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Discussion on: Tailwind CSS: My experience in 2022

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mangor1no profile image
Mangor1no • Edited on

If you feeling like the Tailwind's classes are bloated, you can have some options:

  1. Split the components.
  2. Write normal classes and use @apply tag to write tailwind's classes inside them. For example:

    .big-green-circle {
      @apply w-5 h-5 rounded-full border-none bg-green-500;
    }
    
  3. Do both things above.

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hunzaboy profile image
Aslam Shah • Edited on

I don't see why would you add an apply instead of writing pure css 💅 Its fun 🎉

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reikrom profile image
Rei Krom

last time i checked using tailwind @apply it converts the classes to css and begins to bloat everything as you're not using utility classes anymore. is this still true?

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somtookaforr profile image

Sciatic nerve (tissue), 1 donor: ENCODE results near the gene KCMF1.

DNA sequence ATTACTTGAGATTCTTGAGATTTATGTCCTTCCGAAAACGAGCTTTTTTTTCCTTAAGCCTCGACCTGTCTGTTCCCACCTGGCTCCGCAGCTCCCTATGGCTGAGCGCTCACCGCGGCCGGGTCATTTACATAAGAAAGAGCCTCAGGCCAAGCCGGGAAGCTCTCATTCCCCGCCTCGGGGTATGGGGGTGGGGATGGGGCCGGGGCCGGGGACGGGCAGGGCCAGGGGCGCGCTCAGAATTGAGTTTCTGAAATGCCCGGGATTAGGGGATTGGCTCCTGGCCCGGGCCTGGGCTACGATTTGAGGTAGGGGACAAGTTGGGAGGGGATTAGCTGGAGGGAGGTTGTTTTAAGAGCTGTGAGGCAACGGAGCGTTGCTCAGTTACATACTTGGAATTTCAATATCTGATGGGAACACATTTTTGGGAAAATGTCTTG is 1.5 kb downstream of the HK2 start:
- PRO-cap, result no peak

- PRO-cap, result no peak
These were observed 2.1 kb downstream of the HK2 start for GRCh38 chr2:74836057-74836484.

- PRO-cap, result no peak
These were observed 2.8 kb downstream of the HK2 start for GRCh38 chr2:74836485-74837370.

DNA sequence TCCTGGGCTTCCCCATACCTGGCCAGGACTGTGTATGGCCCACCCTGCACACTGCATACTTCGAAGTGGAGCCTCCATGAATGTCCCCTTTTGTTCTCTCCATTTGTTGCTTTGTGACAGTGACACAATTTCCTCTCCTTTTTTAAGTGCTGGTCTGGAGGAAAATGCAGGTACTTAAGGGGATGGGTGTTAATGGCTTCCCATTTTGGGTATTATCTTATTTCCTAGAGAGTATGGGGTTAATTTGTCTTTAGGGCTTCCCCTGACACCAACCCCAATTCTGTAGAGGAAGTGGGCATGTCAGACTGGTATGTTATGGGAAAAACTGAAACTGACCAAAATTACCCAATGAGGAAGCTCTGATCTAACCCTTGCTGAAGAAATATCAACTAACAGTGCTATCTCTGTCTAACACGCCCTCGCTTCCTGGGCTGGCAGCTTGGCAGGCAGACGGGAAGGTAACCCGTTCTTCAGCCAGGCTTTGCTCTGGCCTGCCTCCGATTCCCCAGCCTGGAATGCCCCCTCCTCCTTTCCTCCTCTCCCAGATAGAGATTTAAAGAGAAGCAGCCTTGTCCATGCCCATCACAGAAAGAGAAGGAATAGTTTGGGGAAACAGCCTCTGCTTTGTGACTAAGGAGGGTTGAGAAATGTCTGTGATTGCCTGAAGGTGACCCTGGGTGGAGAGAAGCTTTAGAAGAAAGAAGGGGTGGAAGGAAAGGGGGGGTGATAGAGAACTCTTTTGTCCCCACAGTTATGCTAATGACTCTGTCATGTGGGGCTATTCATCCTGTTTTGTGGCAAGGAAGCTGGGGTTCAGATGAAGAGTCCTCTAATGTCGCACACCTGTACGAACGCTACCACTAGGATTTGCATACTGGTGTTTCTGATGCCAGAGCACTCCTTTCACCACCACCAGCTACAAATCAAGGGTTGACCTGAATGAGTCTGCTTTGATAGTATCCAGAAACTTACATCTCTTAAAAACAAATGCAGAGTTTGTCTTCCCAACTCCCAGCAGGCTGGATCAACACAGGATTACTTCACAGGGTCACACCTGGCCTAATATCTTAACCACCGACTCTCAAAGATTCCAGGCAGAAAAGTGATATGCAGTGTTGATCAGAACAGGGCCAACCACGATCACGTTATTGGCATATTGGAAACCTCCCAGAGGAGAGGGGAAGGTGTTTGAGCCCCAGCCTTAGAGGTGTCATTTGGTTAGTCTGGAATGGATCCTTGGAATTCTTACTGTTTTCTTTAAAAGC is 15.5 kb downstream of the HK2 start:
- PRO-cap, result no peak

Somtochukwu Okafor Author

Wow, I didn't know of this. Thank you @mangor1no

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aileenr profile image
Aileen Rae • Edited on

Nice. I’ve never checked out Tailwind because the cluttered HTML is just not my style but this apply feature makes it look a lot more appealing. Glad I stumbled across this comment!

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natescode profile image
Nathan Hedglin

@apply it is an anti-pattern. If a component has a ton of classes then it is probably too big.

I use atomic design which has layout components that handle the margin etc.

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balaji043 profile image
Balaji Ramasamy

can you please some good article on the atomic design thing?

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natescode profile image
Nathan Hedglin

The canonical link for Atomic Design . Mostly theory though.

I'm working on a blog post on my thoughts actually using Tailwind, React, Next and Atomic Design. Theory and practice rarely align.

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brense profile image
Rense Bakker

Are there other good libraries that offer pre-built components for tailwind?

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eshimischi profile image
eshimischi

tailwindui, flowbite, daisyui etc